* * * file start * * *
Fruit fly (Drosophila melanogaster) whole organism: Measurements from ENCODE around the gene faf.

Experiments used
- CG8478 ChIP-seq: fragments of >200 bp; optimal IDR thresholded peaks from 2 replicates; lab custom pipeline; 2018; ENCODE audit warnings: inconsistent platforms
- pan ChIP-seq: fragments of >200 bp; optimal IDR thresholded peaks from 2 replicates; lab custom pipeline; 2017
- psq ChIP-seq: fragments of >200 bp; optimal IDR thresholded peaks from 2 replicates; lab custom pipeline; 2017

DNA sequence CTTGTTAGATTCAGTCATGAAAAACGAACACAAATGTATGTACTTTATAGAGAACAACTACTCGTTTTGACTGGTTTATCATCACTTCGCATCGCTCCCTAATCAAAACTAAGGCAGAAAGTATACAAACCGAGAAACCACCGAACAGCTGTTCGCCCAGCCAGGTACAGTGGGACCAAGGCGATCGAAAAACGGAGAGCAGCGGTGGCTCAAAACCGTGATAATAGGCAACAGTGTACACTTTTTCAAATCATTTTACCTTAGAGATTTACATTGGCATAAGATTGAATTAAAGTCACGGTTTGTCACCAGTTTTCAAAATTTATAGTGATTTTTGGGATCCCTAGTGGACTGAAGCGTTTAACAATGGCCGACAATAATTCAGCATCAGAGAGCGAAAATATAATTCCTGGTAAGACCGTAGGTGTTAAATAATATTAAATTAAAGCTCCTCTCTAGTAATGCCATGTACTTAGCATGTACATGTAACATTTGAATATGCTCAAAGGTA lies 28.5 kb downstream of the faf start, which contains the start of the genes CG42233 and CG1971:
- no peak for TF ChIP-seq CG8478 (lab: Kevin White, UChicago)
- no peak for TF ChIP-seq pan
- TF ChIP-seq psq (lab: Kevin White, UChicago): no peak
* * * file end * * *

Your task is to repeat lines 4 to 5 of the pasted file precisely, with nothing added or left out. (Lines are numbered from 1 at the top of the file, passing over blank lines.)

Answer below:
- pan ChIP-seq: fragments of >200 bp; optimal IDR thresholded peaks from 2 replicates; lab custom pipeline; 2017
- psq ChIP-seq: fragments of >200 bp; optimal IDR thresholded peaks from 2 replicates; lab custom pipeline; 2017